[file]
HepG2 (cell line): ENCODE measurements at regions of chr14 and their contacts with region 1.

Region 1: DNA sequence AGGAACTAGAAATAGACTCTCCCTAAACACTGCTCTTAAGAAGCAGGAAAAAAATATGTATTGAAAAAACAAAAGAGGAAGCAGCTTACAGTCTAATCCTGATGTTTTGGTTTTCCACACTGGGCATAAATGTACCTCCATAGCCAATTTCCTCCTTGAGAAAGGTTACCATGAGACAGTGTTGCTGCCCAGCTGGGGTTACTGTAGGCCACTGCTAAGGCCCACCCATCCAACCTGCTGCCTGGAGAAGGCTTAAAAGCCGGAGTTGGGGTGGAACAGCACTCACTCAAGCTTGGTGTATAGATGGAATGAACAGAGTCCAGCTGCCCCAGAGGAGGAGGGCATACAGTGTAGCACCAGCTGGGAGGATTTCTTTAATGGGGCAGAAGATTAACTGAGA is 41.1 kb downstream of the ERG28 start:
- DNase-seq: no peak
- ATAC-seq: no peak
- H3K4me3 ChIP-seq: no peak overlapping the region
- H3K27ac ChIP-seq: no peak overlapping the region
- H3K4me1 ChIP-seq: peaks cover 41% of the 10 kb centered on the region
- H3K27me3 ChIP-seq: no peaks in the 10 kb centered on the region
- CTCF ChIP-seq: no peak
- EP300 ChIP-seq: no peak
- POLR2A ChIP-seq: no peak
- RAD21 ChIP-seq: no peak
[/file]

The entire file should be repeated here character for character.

HepG2 (cell line): ENCODE measurements at regions of chr14 and their contacts with region 1.

Region 1: DNA sequence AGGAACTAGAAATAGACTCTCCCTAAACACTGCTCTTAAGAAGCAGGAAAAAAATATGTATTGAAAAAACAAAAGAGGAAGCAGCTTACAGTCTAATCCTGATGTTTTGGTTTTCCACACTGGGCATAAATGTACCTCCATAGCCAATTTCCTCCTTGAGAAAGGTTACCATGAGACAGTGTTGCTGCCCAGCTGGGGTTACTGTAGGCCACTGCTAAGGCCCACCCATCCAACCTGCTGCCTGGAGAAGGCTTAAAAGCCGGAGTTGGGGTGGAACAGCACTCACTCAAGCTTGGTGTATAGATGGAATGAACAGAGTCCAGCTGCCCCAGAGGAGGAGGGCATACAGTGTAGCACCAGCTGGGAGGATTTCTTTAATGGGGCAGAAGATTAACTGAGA is 41.1 kb downstream of the ERG28 start:
- DNase-seq: no peak
- ATAC-seq: no peak
- H3K4me3 ChIP-seq: no peak overlapping the region
- H3K27ac ChIP-seq: no peak overlapping the region
- H3K4me1 ChIP-seq: peaks cover 41% of the 10 kb centered on the region
- H3K27me3 ChIP-seq: no peaks in the 10 kb centered on the region
- CTCF ChIP-seq: no peak
- EP300 ChIP-seq: no peak
- POLR2A ChIP-seq: no peak
- RAD21 ChIP-seq: no peak